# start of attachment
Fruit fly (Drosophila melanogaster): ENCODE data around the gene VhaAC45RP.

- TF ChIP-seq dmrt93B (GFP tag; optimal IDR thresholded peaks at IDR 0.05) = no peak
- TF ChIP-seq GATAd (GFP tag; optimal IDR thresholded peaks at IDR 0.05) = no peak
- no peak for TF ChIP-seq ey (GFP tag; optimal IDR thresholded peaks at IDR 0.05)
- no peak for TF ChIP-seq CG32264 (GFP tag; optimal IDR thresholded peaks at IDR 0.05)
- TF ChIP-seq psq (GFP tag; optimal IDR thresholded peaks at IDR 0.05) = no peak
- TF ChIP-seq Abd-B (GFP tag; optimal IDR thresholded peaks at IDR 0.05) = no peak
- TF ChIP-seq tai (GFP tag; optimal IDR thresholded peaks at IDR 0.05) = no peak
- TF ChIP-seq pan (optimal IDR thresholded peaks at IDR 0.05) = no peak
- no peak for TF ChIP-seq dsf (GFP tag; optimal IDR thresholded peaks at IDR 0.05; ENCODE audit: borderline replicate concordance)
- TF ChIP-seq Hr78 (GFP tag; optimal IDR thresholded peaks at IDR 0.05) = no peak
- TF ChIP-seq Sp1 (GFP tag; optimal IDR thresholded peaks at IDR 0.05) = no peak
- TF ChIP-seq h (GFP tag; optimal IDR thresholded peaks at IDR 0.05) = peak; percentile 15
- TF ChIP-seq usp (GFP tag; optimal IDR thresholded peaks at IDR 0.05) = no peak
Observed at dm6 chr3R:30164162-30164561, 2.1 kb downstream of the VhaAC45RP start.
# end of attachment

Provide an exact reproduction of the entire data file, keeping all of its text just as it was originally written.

Fruit fly (Drosophila melanogaster): ENCODE data around the gene VhaAC45RP.

- TF ChIP-seq dmrt93B (GFP tag; optimal IDR thresholded peaks at IDR 0.05) = no peak
- TF ChIP-seq GATAd (GFP tag; optimal IDR thresholded peaks at IDR 0.05) = no peak
- no peak for TF ChIP-seq ey (GFP tag; optimal IDR thresholded peaks at IDR 0.05)
- no peak for TF ChIP-seq CG32264 (GFP tag; optimal IDR thresholded peaks at IDR 0.05)
- TF ChIP-seq psq (GFP tag; optimal IDR thresholded peaks at IDR 0.05) = no peak
- TF ChIP-seq Abd-B (GFP tag; optimal IDR thresholded peaks at IDR 0.05) = no peak
- TF ChIP-seq tai (GFP tag; optimal IDR thresholded peaks at IDR 0.05) = no peak
- TF ChIP-seq pan (optimal IDR thresholded peaks at IDR 0.05) = no peak
- no peak for TF ChIP-seq dsf (GFP tag; optimal IDR thresholded peaks at IDR 0.05; ENCODE audit: borderline replicate concordance)
- TF ChIP-seq Hr78 (GFP tag; optimal IDR thresholded peaks at IDR 0.05) = no peak
- TF ChIP-seq Sp1 (GFP tag; optimal IDR thresholded peaks at IDR 0.05) = no peak
- TF ChIP-seq h (GFP tag; optimal IDR thresholded peaks at IDR 0.05) = peak; percentile 15
- TF ChIP-seq usp (GFP tag; optimal IDR thresholded peaks at IDR 0.05) = no peak
Observed at dm6 chr3R:30164162-30164561, 2.1 kb downstream of the VhaAC45RP start.